You have configured IP on a Layer 3 interface, out-of-band on the mgmt 0 interface or inband on an Ethernet interface.

Guidelines and Limitations

SSH has the following configuration guidelines and limitations:

The Nexus 5000 Series switch supports only SSH version 2 (SSHv2).

Configuring SSH

This section includes the following sections:

Generating SSH Server Keys

Specifying the SSH Public Keys for User Accounts

Starting SSH Sessions to Remote Devices

Clearing SSH Hosts

Disabling the SSH Server

Deleting SSH Server Keys

Clearing SSH Sessions

Generating SSH Server Keys

You can generate an SSH server key based on your security requirements. The default SSH server key is an RSA key generated using 1024 bits. To generate SSH server keys, perform this task:

 
Command
Purpose

Step 1 

switch# configure terminal

Enters configuration mode.

Step 2 

switch(config)# ssh key {dsa [force] | rsa [bits [force]]}

Generates the SSH server key.

The bits argument is the number of bits used to generate the key. The range is 768 to 2048 and the default value is 1024.

Use the force keyword to replace an existing key.

Step 3 

switch(config)# exit

Exits global configuration mode.

Step 4 

switch# show ssh key

(Optional) Displays the SSH server keys.

Step 5 

switch# copy running-config startup-config

(Optional) Copies the running configuration to the startup configuration.

The following example shows how to generate an SSH server key:

switch# configure terminal
switch(config)# ssh key rsa 2048
switch(config)# exit
switch# show ssh key
switch# copy running-config startup-config

Specifying the SSH Public Keys for User Accounts

You can configure an SSH public key to log in using the SSH client without being prompted for a password. You can specify the SSH public key in one of three different formats:

Open SSH format

IETF SECSH format

Public Key Certificate in PEM format

Specifying the SSH Public Keys in Open SSH Format

You can specify the SSH public keys in SSH format for user accounts.

To specify the SSH public keys in open SSH format, generate an SSH public key in open SSH format and perform this task:

 
Command
Purpose

Step 1 

switch# configure terminal

Enters configuration mode.

Step 2 

switch(config)# username username sshkey ssh-key

Configures the SSH public key in SSH format.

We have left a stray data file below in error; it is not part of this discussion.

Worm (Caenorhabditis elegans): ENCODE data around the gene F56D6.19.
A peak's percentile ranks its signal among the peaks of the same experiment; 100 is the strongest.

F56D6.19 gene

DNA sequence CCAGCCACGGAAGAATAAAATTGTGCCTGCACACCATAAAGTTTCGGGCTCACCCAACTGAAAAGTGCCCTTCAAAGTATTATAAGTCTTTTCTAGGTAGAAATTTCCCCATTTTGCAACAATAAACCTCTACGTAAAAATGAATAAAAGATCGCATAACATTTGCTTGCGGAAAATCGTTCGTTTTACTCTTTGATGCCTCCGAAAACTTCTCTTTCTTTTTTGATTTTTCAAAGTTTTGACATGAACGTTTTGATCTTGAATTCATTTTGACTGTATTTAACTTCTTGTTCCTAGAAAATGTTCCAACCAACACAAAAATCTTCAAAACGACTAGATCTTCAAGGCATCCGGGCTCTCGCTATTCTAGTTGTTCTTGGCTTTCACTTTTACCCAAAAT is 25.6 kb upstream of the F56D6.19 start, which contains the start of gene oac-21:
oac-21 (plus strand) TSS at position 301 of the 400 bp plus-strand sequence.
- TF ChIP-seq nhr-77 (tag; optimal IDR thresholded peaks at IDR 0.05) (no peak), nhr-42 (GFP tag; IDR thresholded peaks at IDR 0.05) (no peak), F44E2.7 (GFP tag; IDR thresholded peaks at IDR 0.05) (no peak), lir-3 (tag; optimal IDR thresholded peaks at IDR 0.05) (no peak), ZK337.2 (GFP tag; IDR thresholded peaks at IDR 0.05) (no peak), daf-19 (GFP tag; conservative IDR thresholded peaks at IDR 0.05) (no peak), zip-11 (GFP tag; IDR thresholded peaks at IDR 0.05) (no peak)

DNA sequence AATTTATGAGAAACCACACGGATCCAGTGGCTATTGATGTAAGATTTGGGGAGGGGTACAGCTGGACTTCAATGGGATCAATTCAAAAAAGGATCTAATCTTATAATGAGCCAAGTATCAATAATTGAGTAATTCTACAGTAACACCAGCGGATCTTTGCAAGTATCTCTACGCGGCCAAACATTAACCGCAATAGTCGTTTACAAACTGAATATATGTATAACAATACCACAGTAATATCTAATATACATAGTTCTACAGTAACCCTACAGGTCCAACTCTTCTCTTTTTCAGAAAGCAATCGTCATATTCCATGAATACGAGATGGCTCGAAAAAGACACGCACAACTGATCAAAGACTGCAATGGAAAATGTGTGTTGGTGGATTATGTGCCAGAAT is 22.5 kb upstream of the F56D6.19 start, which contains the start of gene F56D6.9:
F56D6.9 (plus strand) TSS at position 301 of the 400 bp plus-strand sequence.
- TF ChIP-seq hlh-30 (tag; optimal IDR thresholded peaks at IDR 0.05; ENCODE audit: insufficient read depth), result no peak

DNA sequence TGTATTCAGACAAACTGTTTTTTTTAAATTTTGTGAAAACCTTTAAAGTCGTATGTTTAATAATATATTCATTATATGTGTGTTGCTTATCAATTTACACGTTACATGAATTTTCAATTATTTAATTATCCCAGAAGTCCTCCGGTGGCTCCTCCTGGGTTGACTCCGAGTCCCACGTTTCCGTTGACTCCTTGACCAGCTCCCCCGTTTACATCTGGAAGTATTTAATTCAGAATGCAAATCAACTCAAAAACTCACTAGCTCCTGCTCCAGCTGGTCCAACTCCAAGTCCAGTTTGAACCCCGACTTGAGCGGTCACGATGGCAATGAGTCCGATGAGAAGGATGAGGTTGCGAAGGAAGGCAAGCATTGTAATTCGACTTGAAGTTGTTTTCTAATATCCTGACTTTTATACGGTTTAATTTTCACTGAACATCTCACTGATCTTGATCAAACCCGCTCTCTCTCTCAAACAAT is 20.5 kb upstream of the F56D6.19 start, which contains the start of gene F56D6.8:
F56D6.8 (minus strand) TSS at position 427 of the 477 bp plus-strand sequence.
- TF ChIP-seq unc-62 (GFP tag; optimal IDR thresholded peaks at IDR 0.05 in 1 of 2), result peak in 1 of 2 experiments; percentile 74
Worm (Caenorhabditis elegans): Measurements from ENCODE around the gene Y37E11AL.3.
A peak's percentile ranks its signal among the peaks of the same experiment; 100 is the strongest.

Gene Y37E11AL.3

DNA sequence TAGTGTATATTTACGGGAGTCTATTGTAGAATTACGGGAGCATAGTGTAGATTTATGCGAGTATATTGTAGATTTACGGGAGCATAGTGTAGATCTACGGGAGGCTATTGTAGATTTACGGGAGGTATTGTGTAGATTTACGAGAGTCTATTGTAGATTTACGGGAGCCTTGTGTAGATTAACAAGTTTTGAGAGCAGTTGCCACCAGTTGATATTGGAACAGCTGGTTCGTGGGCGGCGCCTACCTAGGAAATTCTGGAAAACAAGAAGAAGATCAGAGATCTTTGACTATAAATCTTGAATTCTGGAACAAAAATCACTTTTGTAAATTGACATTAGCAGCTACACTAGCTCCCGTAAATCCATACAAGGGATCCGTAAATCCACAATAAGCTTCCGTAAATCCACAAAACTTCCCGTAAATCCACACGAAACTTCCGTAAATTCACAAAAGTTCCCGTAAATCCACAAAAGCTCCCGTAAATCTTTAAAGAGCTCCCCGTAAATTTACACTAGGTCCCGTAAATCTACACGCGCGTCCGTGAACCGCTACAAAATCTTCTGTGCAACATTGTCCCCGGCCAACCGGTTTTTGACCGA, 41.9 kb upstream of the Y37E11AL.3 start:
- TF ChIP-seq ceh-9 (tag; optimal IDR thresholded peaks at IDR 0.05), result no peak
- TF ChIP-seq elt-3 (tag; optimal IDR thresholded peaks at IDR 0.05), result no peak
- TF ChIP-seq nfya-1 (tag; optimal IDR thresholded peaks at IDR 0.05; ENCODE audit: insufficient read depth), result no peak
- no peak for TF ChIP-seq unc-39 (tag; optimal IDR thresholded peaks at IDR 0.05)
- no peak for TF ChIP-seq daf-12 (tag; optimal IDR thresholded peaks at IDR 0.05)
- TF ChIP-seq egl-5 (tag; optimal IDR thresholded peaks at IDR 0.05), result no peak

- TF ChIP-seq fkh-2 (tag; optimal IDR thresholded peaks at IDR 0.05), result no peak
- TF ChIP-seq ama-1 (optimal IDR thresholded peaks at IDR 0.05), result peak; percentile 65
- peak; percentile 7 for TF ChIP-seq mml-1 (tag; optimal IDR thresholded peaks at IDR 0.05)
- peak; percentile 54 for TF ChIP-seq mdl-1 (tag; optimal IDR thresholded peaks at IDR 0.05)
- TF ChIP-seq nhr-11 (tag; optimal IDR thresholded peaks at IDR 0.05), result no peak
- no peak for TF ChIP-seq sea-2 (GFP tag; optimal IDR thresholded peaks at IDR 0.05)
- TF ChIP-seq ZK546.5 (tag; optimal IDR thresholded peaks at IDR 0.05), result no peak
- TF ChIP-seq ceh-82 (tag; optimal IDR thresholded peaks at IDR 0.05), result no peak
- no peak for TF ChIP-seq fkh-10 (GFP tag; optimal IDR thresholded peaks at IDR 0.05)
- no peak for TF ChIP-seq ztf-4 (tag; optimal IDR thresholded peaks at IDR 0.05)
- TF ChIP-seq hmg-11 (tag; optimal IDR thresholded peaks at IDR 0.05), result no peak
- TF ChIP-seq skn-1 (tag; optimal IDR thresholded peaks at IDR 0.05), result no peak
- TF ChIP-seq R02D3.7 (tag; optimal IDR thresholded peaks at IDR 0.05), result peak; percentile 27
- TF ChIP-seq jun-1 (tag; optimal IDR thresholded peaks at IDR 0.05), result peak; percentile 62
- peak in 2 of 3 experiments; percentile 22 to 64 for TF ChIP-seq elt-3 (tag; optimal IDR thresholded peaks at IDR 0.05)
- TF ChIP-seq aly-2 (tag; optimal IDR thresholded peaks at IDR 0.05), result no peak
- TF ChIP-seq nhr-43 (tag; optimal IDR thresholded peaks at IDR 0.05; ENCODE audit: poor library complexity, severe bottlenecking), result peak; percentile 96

Step 3 

switch(config)# exit

Exits global configuration mode.

Step 4 

switch# show user-account

(Optional) Displays the user account configuration.

Step 5 

switch# copy running-config startup-config

(Optional) Copies the running configuration to the startup configuration.

The following example shows how to specify an SSH public keys in open SSH format:

switch# configure terminal
switch(config)# username User1 sshkey ssh-rsa AAAAB3NzaC1yc2EAAAABIwAAAIEAy19oF6QaZl9G+3f1XswK3OiW4H7YyUyuA50rv7gsEPjhOBYmsi6PAVKui1nIf/ DQhum+lJNqJP/eLowb7ubO+lVKRXFY/G+lJNIQW3g9igG30c6k6+XVn+NjnI1B7ihvpVh7dLddMOXwOnXHYshXmSiH 3UD/vKyziEh5S4Tplx8=
switch(config)# exit
switch# show user-account
switch# copy running-config startup-config

Specifying the SSH Public Keys in IETF SECSH Format

You can specify the SSH public keys in IETF SECSH format for user accounts.

To specify the SSH public keys in IETF SECSH format, generate an SSH public key in IETF SCHSH format, and perform this task:

 
Command
Purpose

Step 1 

switch# copy server-file bootflash:filename

Downloads the file containing the SSH key in IETF SECSH format from a server. The server can be FTP, SCP, SFTP, or TFTP.

Step 2 

switch# configure terminal

Enters configuration mode.

Step 3 

switch(config)# username username sshkey file filename

Configures the SSH public key in SSH format.

Step 4 

switch(config)# exit

Exits global configuration mode.

Step 5 

switch# show user-account

(Optional) Displays the user account configuration.